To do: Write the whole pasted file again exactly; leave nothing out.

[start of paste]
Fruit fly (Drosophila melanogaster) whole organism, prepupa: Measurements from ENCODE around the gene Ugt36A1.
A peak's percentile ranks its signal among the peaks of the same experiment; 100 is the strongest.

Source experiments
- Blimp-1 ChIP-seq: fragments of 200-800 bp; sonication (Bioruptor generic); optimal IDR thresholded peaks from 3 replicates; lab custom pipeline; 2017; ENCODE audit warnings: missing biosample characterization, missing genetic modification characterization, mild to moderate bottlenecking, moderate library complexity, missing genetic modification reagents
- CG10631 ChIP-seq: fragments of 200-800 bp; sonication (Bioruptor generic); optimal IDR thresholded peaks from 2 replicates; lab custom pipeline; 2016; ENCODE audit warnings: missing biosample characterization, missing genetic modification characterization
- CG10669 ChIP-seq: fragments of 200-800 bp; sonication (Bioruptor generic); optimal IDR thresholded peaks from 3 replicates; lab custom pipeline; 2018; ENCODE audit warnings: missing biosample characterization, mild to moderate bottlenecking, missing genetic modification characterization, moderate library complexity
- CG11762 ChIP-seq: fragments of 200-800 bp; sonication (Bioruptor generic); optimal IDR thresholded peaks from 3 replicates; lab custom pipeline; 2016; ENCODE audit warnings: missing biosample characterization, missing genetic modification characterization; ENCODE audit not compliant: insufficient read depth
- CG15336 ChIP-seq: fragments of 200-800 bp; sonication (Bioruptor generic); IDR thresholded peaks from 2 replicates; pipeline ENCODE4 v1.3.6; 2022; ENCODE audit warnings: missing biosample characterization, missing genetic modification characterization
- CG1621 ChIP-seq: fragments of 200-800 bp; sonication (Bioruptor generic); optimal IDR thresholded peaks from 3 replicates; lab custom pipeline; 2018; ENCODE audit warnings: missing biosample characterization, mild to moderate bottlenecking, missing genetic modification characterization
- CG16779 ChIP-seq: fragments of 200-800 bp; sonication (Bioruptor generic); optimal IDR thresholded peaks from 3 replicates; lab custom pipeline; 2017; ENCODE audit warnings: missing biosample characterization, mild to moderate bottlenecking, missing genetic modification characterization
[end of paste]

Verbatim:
Fruit fly (Drosophila melanogaster) whole organism, prepupa: Measurements from ENCODE around the gene Ugt36A1.
A peak's percentile ranks its signal among the peaks of the same experiment; 100 is the strongest.

Source experiments
- Blimp-1 ChIP-seq: fragments of 200-800 bp; sonication (Bioruptor generic); optimal IDR thresholded peaks from 3 replicates; lab custom pipeline; 2017; ENCODE audit warnings: missing biosample characterization, missing genetic modification characterization, mild to moderate bottlenecking, moderate library complexity, missing genetic modification reagents
- CG10631 ChIP-seq: fragments of 200-800 bp; sonication (Bioruptor generic); optimal IDR thresholded peaks from 2 replicates; lab custom pipeline; 2016; ENCODE audit warnings: missing biosample characterization, missing genetic modification characterization
- CG10669 ChIP-seq: fragments of 200-800 bp; sonication (Bioruptor generic); optimal IDR thresholded peaks from 3 replicates; lab custom pipeline; 2018; ENCODE audit warnings: missing biosample characterization, mild to moderate bottlenecking, missing genetic modification characterization, moderate library complexity
- CG11762 ChIP-seq: fragments of 200-800 bp; sonication (Bioruptor generic); optimal IDR thresholded peaks from 3 replicates; lab custom pipeline; 2016; ENCODE audit warnings: missing biosample characterization, missing genetic modification characterization; ENCODE audit not compliant: insufficient read depth
- CG15336 ChIP-seq: fragments of 200-800 bp; sonication (Bioruptor generic); IDR thresholded peaks from 2 replicates; pipeline ENCODE4 v1.3.6; 2022; ENCODE audit warnings: missing biosample characterization, missing genetic modification characterization
- CG1621 ChIP-seq: fragments of 200-800 bp; sonication (Bioruptor generic); optimal IDR thresholded peaks from 3 replicates; lab custom pipeline; 2018; ENCODE audit warnings: missing biosample characterization, mild to moderate bottlenecking, missing genetic modification characterization
- CG16779 ChIP-seq: fragments of 200-800 bp; sonication (Bioruptor generic); optimal IDR thresholded peaks from 3 replicates; lab custom pipeline; 2017; ENCODE audit warnings: missing biosample characterization, mild to moderate bottlenecking, missing genetic modification characterization